I alluded to this in an earlier entry, but until the Nintendo DS Lite arrived, there were a bunch of DS games sitting here that I couldn’t bring myself to play – something about the size and heft of the original DS kept me from playing them. That’s completely changed with the DS Lite – not only have I dipped into the old pile, but I’m also going out and picking up games I missed a while back. On my list for today: Metroid Prime Pinball, Metroid Prime Hunters, and Sonic Rush.
My favorite of the bunch is Sonic Rush, the um… 75th Sonic the Hedgehog game. Well, okay, it’s not really the 75th, but there have been lots of them, and I mostly lost interest in the series after Sonic 2, except for two lapses – the Japanese Sonic CD, and Sonic Adventure for the Dreamcast. The rest of them I would sooner leave than take, but when Sega’s genius, it’s genius.
Sonic Rush for the DS isn’t genius, but it’s so close that you might think so anyway. It’s a 2-D side-scroller, but tighter and more fun than I’d remembered the 2-D Sonics to be, aided visually by the use of a very well-animated polygonal Sonic. The best part’s the music, which is stellar not only by portable standards, but reminiscent of the most memorable tracks the Sonic series has ever had. It’s dancey, upbeat, and always interesting enough to make even the very familiar action gameplay seem fresh again. Add to that (finally) the true use of both DS screens for gameplay – you’re never quite sure which screen Sonic’s going to wind up on – and 3-D boss encounters, and you have a game that’s not just a good Sonic, but also a good show of what can make the DS special. For a bit on the two Metroids, click on Read More below.
Then there’s Metroid. It’s one of the greatest game series of all time – so good that the 19-year-old NES version remains enjoyable even today, though most would prefer its Game Boy Advance remake Metroid: Zero Mission instead – and in recent years, the subject of much milking. The GameCube had Metroid Prime and Metroid Prime 2, the Game Boy Advance got Zero Mission and Fusion, and now the DS has Metroid Prime Pinball and Hunters. Another side-scrolling title, Metroid Dread, is supposedly either coming or cancelled for DS as well.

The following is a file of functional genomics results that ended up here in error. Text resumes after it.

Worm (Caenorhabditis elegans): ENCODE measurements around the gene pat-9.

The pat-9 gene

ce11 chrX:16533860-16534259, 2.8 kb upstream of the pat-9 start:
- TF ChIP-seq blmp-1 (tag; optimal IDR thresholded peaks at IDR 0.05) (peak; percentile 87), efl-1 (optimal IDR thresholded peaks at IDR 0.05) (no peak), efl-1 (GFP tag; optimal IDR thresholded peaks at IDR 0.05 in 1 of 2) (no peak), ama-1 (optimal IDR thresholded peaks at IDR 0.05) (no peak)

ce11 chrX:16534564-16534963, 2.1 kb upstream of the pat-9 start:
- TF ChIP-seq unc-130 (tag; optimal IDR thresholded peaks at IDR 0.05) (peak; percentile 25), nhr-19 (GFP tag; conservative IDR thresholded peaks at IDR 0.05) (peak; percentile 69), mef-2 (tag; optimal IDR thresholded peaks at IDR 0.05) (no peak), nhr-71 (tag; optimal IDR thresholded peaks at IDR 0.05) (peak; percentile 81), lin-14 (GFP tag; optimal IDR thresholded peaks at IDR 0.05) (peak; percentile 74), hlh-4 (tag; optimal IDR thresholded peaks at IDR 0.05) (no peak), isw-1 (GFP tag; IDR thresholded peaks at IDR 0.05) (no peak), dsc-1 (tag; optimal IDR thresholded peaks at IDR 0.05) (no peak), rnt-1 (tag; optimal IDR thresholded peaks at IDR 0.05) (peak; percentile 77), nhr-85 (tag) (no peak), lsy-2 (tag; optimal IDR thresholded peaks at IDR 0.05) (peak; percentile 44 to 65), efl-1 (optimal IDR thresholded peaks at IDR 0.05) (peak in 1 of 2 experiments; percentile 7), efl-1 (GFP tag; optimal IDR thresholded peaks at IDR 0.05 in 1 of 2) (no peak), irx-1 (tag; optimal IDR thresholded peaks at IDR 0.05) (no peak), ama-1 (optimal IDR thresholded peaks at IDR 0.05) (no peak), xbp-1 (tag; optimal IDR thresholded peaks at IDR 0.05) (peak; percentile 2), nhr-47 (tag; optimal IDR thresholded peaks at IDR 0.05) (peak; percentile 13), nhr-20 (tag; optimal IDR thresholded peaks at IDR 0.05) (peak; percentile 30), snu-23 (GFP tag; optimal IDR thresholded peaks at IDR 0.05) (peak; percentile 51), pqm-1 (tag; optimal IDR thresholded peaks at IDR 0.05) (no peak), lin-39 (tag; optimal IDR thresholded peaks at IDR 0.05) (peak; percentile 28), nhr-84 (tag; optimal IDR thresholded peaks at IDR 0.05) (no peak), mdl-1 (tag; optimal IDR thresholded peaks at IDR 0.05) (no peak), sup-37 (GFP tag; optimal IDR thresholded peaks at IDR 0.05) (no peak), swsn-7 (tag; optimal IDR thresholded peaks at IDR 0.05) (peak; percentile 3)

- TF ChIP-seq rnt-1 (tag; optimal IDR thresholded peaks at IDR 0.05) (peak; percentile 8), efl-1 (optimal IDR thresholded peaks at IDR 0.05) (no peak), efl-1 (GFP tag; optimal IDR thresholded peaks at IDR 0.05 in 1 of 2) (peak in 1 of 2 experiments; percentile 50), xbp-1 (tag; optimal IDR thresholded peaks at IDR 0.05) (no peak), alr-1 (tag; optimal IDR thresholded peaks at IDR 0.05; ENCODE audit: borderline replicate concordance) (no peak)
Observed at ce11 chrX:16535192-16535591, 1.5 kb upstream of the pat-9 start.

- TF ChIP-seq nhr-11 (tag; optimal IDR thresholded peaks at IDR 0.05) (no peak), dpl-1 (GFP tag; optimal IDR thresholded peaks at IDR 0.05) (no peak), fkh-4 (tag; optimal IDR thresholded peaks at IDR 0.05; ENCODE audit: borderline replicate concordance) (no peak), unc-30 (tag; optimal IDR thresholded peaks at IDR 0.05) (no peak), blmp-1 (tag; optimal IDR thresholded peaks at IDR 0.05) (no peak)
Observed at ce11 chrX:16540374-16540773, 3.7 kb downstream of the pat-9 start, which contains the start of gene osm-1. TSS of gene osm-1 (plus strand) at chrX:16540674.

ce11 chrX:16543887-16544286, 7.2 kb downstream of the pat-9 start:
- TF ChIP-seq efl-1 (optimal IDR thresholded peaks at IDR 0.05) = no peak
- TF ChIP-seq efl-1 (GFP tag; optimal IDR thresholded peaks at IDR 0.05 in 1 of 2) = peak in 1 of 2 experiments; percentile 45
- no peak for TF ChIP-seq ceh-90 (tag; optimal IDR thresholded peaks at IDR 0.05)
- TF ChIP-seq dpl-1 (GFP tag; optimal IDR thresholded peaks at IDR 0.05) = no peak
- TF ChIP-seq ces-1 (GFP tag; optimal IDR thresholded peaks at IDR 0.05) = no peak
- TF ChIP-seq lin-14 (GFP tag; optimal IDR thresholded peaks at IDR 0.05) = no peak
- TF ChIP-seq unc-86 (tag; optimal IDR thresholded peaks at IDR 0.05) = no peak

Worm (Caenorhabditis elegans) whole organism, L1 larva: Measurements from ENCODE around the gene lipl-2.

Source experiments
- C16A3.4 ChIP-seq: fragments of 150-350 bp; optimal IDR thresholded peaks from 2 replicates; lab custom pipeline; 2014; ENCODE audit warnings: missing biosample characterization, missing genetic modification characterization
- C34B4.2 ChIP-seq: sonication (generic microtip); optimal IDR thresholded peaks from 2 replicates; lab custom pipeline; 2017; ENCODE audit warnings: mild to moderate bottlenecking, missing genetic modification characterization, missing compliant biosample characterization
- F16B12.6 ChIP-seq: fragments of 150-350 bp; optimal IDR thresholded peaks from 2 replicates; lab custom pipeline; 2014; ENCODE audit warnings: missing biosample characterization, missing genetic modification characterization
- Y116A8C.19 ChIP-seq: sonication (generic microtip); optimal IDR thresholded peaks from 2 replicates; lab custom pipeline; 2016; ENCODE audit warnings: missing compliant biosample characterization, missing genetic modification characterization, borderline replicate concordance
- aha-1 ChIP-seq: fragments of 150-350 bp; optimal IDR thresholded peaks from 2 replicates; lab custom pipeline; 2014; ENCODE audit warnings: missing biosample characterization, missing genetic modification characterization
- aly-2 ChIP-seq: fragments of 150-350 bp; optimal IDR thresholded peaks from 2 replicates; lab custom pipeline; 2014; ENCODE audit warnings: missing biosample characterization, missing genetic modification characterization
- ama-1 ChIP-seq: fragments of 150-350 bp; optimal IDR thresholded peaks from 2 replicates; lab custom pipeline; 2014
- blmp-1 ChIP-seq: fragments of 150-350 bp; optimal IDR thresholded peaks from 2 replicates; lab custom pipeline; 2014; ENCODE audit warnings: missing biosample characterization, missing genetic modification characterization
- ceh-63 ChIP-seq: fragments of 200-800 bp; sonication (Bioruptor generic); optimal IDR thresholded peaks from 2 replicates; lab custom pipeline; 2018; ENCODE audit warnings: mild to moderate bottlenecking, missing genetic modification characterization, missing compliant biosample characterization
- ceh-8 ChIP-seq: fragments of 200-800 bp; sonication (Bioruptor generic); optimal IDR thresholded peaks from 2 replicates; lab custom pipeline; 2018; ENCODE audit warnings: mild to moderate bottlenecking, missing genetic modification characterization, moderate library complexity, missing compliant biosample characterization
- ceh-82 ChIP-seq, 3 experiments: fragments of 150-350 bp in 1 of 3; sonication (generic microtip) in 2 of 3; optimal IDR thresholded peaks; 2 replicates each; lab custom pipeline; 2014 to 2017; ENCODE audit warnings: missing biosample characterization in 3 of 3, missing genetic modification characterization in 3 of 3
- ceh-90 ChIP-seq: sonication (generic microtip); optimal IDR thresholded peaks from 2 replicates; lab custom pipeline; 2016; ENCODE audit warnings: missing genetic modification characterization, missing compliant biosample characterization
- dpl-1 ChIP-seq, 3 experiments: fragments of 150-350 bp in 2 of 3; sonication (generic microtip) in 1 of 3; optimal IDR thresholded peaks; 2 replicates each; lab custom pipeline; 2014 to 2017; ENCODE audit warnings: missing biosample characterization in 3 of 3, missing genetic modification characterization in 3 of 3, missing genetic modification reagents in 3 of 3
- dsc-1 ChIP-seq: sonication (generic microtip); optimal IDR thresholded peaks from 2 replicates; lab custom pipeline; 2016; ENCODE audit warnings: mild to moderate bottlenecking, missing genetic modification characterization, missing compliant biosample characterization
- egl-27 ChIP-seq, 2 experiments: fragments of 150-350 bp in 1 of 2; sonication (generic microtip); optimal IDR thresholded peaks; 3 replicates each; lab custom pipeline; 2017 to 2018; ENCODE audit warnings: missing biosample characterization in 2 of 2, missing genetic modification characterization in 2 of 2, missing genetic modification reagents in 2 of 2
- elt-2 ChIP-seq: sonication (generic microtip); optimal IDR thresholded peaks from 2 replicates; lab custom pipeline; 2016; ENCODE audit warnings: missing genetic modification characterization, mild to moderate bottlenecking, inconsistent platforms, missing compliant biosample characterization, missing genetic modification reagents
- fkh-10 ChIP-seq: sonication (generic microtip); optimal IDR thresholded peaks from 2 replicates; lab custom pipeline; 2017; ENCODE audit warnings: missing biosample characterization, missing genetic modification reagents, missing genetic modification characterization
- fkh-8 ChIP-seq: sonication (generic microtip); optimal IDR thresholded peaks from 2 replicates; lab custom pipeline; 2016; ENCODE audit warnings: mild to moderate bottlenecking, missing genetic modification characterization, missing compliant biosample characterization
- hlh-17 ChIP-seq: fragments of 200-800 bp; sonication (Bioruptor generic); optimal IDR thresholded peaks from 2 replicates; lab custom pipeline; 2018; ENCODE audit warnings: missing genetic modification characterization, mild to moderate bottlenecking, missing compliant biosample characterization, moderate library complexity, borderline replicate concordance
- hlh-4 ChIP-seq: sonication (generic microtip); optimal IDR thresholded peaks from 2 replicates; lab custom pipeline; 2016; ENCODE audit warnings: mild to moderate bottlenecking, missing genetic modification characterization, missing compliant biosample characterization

I’m a pinball fan – like Tetris, that’s one of the genres I find especially worthwhile when I’m looking to pass some time with a portable game console, yet it’s hard to beat a few of the classics – Devil’s Crush (Genesis/ TurboGrafx) in particular. So it helps that Metroid Prime Pinball is a legitimately solid pinball game beneath its graphical varnish; too many of the licensed pinball titles I’ve tried just bored me, and like Devil’s Crush, this one has enough action to be worthwhile even if you’re not a Metroid fan. A Rumble Pak for the DS is included in the package, adding occasional physical jolts during the game if you want them.
There are six Metroid-themed tables on the cartridge, two of them accessible from the start, the rest unlockable. Generally, the artwork’s very nice – the sort of hot sci-fi CG stuff you’re familiar with if you’ve seen the Metroid games or most recent movies – and the music’s pretty good, too. Typical ball-paddling action is broken up by minigames, frequent on-table alien appearances – Metroids, Space Pirates, et al. – and the fact that your ball is Samus Aran, complete with not-quite-powerful-enough bombs. Like all of Nintendo’s best games, there’s enough padding on the tables to let mediocre players last a while and learn enough in the process to become better for the next time; you wouldn’t know this was done by an outside developer (Fuze Games) unless you were told.